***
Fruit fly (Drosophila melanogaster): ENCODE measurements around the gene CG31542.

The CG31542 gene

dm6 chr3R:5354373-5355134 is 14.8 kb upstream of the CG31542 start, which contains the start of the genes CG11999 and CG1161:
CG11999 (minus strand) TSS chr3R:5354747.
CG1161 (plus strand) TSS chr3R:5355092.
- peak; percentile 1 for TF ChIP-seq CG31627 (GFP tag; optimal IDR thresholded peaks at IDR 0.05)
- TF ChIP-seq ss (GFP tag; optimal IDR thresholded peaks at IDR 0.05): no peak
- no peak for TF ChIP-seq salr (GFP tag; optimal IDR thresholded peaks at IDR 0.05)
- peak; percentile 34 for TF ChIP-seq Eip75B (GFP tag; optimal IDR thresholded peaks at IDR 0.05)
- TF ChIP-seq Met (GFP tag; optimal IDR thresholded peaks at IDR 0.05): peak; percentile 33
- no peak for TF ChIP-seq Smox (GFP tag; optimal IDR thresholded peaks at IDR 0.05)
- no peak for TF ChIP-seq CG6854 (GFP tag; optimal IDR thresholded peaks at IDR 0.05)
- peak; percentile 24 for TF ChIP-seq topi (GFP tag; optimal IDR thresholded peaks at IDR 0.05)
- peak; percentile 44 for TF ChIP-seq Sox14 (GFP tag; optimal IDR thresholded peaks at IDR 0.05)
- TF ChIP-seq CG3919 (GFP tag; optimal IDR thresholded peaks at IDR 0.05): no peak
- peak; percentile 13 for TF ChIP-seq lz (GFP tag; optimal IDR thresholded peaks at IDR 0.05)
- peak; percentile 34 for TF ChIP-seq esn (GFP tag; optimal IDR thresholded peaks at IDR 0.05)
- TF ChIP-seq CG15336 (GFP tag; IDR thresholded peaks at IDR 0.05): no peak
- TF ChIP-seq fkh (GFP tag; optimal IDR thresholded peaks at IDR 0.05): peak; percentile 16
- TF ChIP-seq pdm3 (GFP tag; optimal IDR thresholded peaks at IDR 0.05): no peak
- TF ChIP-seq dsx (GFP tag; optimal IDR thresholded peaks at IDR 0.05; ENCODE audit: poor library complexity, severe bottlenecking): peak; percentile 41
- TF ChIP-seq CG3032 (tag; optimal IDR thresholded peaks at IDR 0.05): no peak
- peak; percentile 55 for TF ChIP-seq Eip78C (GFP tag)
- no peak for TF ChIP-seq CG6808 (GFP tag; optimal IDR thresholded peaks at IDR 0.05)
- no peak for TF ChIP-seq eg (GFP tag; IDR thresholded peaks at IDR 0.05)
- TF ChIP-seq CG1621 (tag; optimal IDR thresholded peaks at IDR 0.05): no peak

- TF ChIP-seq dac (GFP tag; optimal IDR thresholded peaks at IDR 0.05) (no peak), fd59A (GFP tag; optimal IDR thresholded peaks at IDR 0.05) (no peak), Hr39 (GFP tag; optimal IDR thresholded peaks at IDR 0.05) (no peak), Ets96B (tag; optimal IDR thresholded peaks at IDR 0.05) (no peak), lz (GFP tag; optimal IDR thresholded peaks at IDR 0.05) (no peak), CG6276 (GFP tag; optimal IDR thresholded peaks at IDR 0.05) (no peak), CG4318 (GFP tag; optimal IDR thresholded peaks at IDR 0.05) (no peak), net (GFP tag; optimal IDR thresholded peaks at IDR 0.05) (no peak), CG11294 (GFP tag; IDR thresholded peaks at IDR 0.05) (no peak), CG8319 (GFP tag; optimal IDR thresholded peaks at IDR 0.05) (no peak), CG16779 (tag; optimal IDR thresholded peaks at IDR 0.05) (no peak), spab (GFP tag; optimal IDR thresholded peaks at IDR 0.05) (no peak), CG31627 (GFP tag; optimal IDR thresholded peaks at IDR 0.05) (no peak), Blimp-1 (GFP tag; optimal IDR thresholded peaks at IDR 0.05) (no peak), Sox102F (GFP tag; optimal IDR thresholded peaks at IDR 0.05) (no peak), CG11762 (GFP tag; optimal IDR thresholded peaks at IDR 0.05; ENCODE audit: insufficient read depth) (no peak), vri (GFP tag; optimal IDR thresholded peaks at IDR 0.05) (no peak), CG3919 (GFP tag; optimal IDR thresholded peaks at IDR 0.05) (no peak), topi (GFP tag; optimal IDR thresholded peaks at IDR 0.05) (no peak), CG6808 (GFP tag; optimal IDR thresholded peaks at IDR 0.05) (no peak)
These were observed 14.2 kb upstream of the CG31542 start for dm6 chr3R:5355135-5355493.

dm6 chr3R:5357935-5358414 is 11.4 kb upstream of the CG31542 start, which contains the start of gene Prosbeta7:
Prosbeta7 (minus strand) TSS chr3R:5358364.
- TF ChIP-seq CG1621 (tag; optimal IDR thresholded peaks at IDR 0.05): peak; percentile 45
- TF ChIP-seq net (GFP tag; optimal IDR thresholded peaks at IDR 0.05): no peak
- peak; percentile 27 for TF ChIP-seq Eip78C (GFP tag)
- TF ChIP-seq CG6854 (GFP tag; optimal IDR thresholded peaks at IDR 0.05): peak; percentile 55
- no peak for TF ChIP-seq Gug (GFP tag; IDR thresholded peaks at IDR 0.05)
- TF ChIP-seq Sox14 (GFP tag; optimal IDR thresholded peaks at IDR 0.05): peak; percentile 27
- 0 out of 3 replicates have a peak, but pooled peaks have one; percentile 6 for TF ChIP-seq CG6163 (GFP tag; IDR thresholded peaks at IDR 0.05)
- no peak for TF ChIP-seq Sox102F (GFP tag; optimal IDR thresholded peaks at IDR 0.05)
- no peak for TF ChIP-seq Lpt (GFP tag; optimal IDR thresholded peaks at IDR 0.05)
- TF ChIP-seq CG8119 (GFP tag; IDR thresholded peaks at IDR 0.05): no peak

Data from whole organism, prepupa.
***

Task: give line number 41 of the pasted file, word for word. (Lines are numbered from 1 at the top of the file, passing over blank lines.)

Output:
Data from whole organism, prepupa.